The biggest problem with opioids is how well they work to numb any pain that your loved one might be going through, whether it’s physical or mental.

One of the best ways to support a friend or loved one struggling with their addiction is to listen to them as a form of support. Providing emotional support while a person deal with their discomfort during withdrawal (and beyond) can be a helpful solution (or even a nice distraction), as opposed to wanting to escape any feelings by using.

Post-detox, keeping good communication with your loved one can help them establish better methods for handling stress, loneliness, or boredom. Our emotions can teach us a great deal, and often provide feedback that something needs to change.

Additionally, encouraging them to engage in activities or hobbies can be a great way to help with the ongoing recovery process. Attending group meetings is a great place to start and allows them to form connections with other people who understand what they are going through, which can make a huge difference in their recovery.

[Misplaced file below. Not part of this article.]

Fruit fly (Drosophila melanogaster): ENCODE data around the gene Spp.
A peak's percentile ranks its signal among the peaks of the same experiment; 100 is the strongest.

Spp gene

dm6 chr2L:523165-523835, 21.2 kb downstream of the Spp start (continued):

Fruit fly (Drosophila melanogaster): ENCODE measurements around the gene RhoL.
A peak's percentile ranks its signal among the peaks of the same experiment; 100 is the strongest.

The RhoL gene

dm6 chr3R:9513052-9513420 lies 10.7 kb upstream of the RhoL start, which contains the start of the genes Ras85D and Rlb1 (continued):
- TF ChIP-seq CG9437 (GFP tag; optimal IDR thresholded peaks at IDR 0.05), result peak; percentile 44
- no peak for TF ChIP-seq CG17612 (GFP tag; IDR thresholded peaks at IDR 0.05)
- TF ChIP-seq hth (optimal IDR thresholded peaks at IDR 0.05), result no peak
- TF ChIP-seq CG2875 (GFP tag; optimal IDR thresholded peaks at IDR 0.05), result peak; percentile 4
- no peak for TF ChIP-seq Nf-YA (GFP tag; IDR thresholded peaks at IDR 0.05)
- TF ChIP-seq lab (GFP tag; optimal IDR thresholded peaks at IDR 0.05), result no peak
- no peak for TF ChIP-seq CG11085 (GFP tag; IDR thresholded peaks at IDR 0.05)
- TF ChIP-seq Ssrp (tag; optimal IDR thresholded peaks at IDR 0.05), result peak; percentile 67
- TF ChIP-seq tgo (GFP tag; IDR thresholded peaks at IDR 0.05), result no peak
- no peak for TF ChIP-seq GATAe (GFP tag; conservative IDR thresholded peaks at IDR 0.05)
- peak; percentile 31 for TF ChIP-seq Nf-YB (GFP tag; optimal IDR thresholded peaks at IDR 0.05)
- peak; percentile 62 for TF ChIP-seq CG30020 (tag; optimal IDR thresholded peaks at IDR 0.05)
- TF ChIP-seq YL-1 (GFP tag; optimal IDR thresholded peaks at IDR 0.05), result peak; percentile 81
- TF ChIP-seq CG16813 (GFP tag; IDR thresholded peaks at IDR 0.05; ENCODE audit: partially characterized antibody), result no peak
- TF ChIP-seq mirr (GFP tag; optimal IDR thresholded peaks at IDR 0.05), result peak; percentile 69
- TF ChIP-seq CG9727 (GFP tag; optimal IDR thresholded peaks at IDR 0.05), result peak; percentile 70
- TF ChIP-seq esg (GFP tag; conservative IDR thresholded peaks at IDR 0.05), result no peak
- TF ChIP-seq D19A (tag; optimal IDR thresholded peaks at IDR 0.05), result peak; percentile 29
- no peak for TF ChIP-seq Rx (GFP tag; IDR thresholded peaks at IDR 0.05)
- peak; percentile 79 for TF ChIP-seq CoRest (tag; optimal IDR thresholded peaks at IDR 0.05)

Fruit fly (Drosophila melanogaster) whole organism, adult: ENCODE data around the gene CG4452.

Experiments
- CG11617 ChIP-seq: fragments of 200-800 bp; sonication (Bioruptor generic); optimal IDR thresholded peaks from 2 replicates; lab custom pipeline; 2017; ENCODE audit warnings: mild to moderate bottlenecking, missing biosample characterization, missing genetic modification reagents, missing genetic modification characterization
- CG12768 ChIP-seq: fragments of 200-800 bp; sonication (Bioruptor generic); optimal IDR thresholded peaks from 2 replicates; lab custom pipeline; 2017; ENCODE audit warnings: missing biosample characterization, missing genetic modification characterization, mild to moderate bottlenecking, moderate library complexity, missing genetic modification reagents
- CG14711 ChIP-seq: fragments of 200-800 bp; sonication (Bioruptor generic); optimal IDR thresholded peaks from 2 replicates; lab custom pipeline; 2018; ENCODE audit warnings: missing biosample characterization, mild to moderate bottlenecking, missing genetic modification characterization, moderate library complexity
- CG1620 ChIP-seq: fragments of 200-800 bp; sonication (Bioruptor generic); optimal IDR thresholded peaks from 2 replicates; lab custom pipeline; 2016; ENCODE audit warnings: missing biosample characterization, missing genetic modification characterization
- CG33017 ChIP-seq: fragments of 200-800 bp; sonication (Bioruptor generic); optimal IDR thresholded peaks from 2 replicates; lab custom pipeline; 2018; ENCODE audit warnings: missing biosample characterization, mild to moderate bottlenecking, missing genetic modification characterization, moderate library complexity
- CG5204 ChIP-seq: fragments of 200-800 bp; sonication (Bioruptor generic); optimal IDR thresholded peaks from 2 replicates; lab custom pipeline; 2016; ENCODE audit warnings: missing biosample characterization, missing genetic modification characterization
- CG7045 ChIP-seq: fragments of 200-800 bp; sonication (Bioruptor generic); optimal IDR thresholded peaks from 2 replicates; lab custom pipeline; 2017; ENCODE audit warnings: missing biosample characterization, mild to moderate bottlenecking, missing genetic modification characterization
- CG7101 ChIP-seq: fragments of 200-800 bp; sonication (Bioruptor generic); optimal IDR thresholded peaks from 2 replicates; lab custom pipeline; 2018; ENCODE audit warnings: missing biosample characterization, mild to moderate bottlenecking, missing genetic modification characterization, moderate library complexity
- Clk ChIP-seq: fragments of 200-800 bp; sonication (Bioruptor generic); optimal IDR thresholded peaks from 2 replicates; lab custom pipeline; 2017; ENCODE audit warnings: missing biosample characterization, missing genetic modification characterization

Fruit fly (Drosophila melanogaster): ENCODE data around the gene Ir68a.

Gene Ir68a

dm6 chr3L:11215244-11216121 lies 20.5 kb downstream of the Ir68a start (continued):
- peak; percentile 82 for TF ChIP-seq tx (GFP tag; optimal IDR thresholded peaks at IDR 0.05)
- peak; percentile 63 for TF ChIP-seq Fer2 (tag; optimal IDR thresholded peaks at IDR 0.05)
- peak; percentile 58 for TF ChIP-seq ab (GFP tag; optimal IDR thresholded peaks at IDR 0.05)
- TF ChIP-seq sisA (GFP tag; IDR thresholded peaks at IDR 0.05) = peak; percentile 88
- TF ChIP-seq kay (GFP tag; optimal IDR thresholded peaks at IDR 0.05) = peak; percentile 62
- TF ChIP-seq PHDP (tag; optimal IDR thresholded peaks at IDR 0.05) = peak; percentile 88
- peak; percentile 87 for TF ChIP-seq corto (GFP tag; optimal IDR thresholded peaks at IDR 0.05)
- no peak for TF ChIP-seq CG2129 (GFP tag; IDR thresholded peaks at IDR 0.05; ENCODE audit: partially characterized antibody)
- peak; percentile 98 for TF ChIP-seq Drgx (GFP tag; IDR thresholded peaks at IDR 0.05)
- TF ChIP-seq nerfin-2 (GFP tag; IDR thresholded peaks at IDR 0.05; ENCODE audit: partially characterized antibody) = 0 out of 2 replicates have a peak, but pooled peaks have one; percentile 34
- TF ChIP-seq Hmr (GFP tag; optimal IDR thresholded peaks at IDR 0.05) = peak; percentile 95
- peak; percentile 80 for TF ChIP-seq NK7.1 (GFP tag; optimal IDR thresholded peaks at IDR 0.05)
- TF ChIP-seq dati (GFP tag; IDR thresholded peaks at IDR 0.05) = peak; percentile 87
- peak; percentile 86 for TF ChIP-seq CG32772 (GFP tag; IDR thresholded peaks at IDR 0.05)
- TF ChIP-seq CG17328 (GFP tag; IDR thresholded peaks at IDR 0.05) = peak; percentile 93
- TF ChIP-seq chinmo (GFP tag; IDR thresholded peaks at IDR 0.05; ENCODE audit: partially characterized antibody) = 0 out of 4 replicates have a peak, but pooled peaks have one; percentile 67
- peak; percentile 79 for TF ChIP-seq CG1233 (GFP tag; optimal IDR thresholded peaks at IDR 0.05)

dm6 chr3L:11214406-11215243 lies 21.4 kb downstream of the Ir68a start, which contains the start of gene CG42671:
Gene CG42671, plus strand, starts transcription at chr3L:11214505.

How to Help End the Opioid Epidemic

From medical professionals to mental health providers to the communities we live in, we can each help to address the opioid epidemic in some way: either by staying educated about the crisis or directly supporting someone in our life who is coping with the effects of drug dependency.

As more of us become aware of the epidemic in our country, we must continue with the efforts being made to limit the number of overdoses. Physicians are prescribing fewer opiates, and there are community groups and programs being organized to inform people and promote long-term recovery.

The Coleman Institute is a part of this movement and is committed to supporting people who need help recovering from their addiction. With clinics in 13 major U.S. cities and our accelerated opioid detox program using the Coleman Method, our patients and their families benefit from the convenience and safety that we offer.

Want to learn more about how the Coleman Institute can help your loved one through their recovery journey? Learn more about our treatment programs, or ask for help by calling us at 877-773-3869 or a scheduling a callback from one of our team members.